Indie Jones

L.R.S. Records

L.R.S. label founders Mark Turley and Nic Oliver celebrate five years with a Lost Horizon blowout

When Nic Oliver and Mark Turley started L.R.S. Records in January 2013, the duo didn’t envision a long-lasting label. It just sounded like a fun match between two longtime pals and their talents.

Turley was the musician, in bands constantly since age 14 when he was a Cicero-North Syracuse High School student. His classmate Oliver provided the business side.

“I thought, ‘I’ll do this on the side, the idea will fold and we’ll be done,’” Turley recalls. “Nope. It kept going.”

L.R.S. Records

L.R.S. Records founders Nic Oliver and Mark Turley. Michael Davis photo

The label has since released more than 20 projects with bands that hail from Albany to Greece to Georgia. Turley and Oliver also started a podcast called Long Range Sarcasm two months ago.

The pair will celebrate the label’s five-year anniversary on Saturday, Jan. 20, 5 p.m., at the Lost Horizon, 5863 Thompson Road. The show, presented by After Dark Entertainment, will feature eight bands backed by L.R.S.: Goodnight Forever, Matthew Blake and The Blues Dragons, Bridge Under Fire, Against The Giants, Slaughterhouse Chorus, Participation Trophy, The Amazing Shakes and Telegram Show. Admission is $10 in advance, $12 at the door; ages 16 and up are welcome.

Two stages will run back-to-back to ensure nonstop music. Turley also promises special sets from many outfits. Bridge Under Fire will play songs from their first EP, which they haven’t performed in seven years, and Goodnight Forever will offer an all-acoustic show. Special deals on band merchandise will also be available throughout the night.

Turley, who also plays in Bridge Under Fire, remembers the 2013 start of the label. His local band and Albany’s Slaughterhouse Chorus split a seven-inch vinyl after the groups met each other on tour. It’s fitting that both will appear on the bill for the fifth-anniversary party.

“It’s turned into this cool thing,” Turley says. “Bands that put out a record with us stick around and help with everything else. It wasn’t intended to be that way, like a family, but it just happened. We trust each other with musical references and know what we’re looking for.

“And we’ve got a network of musicians. If you need a bass player for this quick run, there’s always somebody you can call, somebody who has your back, so bands don’t miss opportunities.”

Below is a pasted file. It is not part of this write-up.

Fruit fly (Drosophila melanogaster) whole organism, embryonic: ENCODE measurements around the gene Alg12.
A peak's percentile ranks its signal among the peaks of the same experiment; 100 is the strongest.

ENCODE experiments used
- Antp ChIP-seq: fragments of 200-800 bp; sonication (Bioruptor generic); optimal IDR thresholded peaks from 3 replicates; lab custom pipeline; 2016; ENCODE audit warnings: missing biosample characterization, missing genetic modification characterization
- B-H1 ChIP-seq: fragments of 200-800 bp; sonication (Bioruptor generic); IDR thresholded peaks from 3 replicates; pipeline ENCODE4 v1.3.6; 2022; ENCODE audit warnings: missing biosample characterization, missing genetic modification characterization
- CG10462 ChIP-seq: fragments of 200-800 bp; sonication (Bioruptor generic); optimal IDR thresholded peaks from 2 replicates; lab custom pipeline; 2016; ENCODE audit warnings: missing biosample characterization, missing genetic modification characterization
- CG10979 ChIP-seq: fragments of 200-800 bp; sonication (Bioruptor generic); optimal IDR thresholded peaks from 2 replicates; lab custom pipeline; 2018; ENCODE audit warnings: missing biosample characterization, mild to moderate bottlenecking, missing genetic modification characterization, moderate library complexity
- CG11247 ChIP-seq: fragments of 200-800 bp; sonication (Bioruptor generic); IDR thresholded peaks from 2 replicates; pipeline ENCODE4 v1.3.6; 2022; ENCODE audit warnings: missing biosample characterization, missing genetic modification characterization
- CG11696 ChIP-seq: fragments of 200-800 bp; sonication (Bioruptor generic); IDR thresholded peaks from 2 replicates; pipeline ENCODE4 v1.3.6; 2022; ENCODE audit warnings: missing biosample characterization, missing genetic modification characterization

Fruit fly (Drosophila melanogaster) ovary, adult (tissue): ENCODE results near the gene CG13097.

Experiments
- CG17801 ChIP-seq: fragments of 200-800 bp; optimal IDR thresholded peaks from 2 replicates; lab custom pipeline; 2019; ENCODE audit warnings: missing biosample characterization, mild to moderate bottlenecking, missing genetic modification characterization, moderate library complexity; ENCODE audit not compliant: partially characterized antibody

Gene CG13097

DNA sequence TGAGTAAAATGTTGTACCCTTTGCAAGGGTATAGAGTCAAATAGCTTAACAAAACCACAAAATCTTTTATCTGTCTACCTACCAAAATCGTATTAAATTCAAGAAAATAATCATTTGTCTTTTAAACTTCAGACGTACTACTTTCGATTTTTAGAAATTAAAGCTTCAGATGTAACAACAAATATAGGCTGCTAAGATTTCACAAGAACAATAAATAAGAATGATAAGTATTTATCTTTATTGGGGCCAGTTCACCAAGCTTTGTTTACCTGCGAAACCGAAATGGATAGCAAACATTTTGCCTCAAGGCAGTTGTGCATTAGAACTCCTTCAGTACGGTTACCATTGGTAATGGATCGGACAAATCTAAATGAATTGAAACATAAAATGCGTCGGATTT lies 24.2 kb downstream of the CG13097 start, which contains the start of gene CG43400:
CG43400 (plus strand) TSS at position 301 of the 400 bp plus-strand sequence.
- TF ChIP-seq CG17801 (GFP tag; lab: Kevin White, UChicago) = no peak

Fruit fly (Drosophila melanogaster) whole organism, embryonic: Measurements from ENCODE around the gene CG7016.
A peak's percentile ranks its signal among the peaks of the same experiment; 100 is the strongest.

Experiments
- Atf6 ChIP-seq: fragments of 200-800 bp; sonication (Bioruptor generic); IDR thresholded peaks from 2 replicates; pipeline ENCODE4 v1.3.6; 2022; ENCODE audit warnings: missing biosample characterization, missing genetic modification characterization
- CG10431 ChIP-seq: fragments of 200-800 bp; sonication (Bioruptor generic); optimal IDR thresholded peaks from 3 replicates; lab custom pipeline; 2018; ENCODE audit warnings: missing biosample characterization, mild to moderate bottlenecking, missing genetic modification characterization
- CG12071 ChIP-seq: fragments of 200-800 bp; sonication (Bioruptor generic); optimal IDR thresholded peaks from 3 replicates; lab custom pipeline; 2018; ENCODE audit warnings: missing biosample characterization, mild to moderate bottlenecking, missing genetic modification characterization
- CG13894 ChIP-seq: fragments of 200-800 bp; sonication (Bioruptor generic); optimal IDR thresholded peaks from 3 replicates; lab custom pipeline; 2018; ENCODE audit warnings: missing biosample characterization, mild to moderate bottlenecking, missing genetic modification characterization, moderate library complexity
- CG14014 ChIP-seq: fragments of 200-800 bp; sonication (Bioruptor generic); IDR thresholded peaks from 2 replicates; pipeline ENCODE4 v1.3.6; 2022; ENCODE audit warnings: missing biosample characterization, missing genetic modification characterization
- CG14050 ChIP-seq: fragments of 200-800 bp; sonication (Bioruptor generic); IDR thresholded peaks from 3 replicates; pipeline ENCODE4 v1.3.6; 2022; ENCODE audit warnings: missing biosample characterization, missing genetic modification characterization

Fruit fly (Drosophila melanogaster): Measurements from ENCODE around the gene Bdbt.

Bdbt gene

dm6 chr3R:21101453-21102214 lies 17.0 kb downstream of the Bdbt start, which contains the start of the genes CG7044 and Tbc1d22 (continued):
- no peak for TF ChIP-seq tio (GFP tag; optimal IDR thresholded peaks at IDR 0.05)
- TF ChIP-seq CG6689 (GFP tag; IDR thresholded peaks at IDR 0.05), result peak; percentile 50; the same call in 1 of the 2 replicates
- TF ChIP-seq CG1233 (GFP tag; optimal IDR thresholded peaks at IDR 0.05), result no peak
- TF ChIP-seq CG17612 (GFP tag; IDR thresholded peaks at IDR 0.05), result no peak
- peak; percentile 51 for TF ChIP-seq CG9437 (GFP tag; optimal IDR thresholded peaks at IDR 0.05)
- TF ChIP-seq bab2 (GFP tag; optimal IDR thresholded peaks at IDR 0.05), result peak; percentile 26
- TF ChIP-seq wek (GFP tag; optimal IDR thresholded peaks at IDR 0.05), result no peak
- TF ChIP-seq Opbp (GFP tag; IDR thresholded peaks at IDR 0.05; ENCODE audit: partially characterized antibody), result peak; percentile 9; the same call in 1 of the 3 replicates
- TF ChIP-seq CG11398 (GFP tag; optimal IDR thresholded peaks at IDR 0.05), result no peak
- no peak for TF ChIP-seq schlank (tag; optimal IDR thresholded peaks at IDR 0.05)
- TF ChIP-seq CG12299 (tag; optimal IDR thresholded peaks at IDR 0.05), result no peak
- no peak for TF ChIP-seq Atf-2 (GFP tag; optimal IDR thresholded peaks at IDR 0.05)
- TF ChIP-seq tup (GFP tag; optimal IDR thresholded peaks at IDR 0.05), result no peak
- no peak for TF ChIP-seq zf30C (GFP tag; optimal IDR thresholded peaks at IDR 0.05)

In the past year, L.R.S. has released five full-length albums. When the label began it was only EPs and splits.

“When we started, we thought we’d put out one record, have good stories and that would be it,” Turley said. “But it (the album) recouped, so we could do a second one. The second one sold out. That allowed us to do a third one, then a fourth. It just kept growing.”

Although Turley and Oliver still maintain other full-time jobs, they have watched their label grow into a viable side business. Most of their satisfaction comes from knowing they’re helping bands they believe in to create products that will last forever.

“Our mentality is: Your band is really good. We believe in you,” Turley says. “We want to document that. We might sit on copies of a certain album for years, but we want it to exist. We want to be able to pass it along to people.”

Traditionally, major labels front money to pay for a band’s studio time to record an album, then release the album and deal with the promotional side. L.R.S. tweaks its operations depending on each band, but essentially delivers many of the same benefits, helping groups as they make investments in their craft. The label also assists with marketing and publicity once the albums are finished and offers contacts for touring.

“I want this to be as artist-friendly as possible,” Turley says. “I want to make it as easy on the artist as possible. As a musician, it’s what I would want.”

This year Turley hopes they’ll continue their string of releases as well as doing events such as Taste of Syracuse and Record Store Day. He also emphasizes that they’re always on the lookout for new talent.

“We want to be just like old Capital Records of the 1960s,” he says. “They put out Led Zeppelin, Roy Orbison and everything in between. First, we released punk rock, then folk rock acoustic, then a pissed-off heavy band. And we want everything in between. If you’re into it, we’re into it.”

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L.R.S. bands Slaughterhouse Chorus . Dylan Suttles photo

Against the Giants. Dylan Suttles photo


Michael Davis Photos:

L.R.S. Records


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